Buddhist Altar Pendent (Keman) (Translation)
金銅蓮華唐草文透彫華鬘 室町時代 (Primary Title)

Unknown (Artist)

Gilded copper
Overall: 16 × 14 1/2 in. (40.64 × 36.83 cm)
This fan-shaped plaque is known as keman. Objects such as this serve as Buddhist ritual pendants and can be found hanging above a temple altar or on the wall. The use of keman originated in ancient India, where fresh flower garlands were used to adorn deities. Adopted to Buddhist rituals, the keman were made in fabric, leather, and wood, as well as metal like this one. It bears an inscription that indicates it was commissioned by Military Governor of Bitchu Province in 1533 for the Hogonji temple on the Island of Chikubu.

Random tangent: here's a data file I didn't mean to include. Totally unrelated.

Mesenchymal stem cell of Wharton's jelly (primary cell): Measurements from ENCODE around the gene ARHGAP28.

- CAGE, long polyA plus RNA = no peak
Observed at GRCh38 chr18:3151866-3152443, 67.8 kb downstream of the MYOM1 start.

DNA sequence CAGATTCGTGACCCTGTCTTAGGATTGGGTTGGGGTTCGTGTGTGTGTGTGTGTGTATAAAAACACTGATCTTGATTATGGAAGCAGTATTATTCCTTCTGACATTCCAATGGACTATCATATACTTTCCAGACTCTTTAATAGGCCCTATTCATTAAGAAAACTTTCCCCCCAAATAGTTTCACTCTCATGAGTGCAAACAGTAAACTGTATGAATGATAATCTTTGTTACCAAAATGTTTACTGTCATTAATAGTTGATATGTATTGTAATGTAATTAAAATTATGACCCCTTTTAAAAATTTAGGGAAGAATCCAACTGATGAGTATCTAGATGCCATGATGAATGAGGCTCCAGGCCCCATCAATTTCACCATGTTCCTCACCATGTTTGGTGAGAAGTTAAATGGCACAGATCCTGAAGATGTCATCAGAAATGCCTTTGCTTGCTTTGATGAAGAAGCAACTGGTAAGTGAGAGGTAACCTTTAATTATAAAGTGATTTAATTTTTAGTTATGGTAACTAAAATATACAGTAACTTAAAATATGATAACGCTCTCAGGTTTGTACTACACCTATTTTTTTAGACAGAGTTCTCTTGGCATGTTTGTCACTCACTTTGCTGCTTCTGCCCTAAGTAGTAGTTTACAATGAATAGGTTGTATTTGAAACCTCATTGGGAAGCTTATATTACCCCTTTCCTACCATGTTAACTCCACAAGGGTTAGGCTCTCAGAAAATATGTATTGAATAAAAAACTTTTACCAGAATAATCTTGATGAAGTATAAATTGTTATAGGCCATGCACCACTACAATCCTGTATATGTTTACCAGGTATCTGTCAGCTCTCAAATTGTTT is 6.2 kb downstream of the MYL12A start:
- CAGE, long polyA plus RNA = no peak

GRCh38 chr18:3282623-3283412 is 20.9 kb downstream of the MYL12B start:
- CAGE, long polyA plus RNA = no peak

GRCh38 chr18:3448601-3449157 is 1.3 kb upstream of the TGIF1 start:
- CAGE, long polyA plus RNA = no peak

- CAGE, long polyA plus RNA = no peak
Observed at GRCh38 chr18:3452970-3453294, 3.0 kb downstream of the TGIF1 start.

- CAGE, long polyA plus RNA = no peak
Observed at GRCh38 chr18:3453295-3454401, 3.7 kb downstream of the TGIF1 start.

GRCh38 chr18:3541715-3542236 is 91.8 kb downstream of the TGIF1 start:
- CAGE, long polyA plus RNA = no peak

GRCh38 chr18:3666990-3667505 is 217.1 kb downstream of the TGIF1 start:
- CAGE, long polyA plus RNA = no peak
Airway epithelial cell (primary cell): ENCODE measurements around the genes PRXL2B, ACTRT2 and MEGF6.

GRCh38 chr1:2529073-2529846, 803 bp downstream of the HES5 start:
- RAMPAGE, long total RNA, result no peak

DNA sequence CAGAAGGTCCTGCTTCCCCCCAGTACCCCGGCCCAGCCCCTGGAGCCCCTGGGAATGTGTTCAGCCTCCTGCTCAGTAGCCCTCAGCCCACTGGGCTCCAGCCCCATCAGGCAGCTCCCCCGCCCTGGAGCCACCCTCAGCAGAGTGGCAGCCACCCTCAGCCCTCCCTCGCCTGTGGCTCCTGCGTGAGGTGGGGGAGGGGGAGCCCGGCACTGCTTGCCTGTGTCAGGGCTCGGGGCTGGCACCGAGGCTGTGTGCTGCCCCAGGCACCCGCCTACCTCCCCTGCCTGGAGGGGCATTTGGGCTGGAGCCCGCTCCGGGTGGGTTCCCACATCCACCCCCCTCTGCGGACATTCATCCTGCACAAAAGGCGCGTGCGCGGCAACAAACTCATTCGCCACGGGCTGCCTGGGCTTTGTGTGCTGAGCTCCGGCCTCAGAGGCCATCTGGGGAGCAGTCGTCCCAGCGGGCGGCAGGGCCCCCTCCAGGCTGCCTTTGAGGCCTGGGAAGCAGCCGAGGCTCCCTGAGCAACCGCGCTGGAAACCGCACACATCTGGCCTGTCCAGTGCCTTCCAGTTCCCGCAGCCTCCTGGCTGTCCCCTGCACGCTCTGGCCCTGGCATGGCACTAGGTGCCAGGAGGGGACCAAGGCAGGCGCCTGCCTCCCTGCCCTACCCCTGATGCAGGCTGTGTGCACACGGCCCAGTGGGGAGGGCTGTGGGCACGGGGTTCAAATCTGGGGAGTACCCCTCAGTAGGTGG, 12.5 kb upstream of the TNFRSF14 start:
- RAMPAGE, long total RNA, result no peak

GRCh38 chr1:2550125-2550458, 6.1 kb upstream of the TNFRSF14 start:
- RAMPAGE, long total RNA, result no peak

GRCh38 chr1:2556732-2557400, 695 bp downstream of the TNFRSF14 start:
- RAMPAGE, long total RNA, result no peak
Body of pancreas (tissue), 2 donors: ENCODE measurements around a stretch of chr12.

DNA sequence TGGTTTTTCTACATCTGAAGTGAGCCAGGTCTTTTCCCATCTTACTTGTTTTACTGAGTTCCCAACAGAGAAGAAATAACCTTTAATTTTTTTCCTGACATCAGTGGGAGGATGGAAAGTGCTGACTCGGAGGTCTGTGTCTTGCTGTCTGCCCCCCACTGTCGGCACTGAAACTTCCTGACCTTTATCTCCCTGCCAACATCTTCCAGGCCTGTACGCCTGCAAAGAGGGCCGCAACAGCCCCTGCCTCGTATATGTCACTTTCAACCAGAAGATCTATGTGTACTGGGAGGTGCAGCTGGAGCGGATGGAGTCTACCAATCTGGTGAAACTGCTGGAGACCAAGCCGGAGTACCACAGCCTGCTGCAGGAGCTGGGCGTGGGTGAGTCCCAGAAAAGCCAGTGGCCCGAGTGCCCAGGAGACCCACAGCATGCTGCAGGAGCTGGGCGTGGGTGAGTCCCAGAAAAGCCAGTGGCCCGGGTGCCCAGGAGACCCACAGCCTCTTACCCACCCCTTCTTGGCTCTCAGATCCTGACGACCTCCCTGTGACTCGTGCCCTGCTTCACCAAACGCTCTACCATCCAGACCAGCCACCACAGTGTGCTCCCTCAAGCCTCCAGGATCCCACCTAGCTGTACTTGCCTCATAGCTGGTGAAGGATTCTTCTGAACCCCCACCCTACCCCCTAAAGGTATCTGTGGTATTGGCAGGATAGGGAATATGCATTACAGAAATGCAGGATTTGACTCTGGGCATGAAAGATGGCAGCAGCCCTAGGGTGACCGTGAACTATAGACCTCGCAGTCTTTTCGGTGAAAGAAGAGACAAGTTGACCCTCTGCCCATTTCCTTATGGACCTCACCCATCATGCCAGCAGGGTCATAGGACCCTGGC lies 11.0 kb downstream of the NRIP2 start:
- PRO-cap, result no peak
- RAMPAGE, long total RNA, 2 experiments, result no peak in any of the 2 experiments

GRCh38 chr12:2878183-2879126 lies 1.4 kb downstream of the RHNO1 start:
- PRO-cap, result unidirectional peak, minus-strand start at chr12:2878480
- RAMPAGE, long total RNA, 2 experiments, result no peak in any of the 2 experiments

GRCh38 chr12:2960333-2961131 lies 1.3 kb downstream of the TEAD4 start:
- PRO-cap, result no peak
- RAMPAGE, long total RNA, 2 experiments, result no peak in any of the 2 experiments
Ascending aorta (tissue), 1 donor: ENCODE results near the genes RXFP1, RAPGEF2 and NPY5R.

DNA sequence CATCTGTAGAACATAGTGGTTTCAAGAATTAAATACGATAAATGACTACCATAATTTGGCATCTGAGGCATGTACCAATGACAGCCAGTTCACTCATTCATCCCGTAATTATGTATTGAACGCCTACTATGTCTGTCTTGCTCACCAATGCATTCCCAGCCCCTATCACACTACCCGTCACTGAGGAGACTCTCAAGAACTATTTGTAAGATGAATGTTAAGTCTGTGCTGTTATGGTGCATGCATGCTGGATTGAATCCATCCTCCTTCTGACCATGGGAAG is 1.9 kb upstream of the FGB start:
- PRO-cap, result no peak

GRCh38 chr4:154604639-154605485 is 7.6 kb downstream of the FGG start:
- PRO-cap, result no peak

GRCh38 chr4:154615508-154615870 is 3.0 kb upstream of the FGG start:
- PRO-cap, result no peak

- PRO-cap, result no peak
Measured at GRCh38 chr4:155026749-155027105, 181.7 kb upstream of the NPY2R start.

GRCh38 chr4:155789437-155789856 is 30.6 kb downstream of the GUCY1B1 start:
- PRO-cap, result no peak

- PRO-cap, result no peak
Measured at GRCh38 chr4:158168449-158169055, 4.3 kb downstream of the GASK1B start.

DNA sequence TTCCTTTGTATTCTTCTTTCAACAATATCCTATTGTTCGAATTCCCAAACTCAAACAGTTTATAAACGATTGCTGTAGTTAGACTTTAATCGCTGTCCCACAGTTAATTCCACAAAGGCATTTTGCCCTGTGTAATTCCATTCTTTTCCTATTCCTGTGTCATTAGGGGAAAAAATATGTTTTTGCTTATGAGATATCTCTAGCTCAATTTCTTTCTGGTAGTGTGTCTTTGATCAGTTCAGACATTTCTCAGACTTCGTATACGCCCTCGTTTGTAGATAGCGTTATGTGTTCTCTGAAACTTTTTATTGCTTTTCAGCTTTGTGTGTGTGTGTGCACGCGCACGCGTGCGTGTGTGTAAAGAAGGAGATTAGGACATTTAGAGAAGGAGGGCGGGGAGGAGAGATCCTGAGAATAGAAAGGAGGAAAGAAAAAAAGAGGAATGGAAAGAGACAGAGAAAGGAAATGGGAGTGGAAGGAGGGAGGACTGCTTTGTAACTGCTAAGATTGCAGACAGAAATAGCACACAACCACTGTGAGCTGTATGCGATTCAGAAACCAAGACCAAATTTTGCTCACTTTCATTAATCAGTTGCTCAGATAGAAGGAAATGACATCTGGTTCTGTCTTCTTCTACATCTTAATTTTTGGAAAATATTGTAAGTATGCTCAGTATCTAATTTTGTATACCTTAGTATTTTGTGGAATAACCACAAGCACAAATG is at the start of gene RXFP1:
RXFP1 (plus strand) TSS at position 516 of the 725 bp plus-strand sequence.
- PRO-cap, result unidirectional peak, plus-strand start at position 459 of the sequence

Pure Land Buddhism
Muromachi period (1392-1573)
天文二年已癸本願凈信 巌金山竹生嶋 十月吉日旦那備中守 (To Gankonsan, Chikubu Island, entrusting to the Primal Vow with sincere mind, from patron Military Governor of Bitchu Province, an auspicious day of 10th month, Tenbun 2, kishi year [1533])
Special Oriental Art Purchase Fund
Image released via Creative Commons CC-BY-NC

Some object records are not complete and do not reflect VMFA's full and current knowledge. VMFA makes routine updates as records are reviewed and enhanced.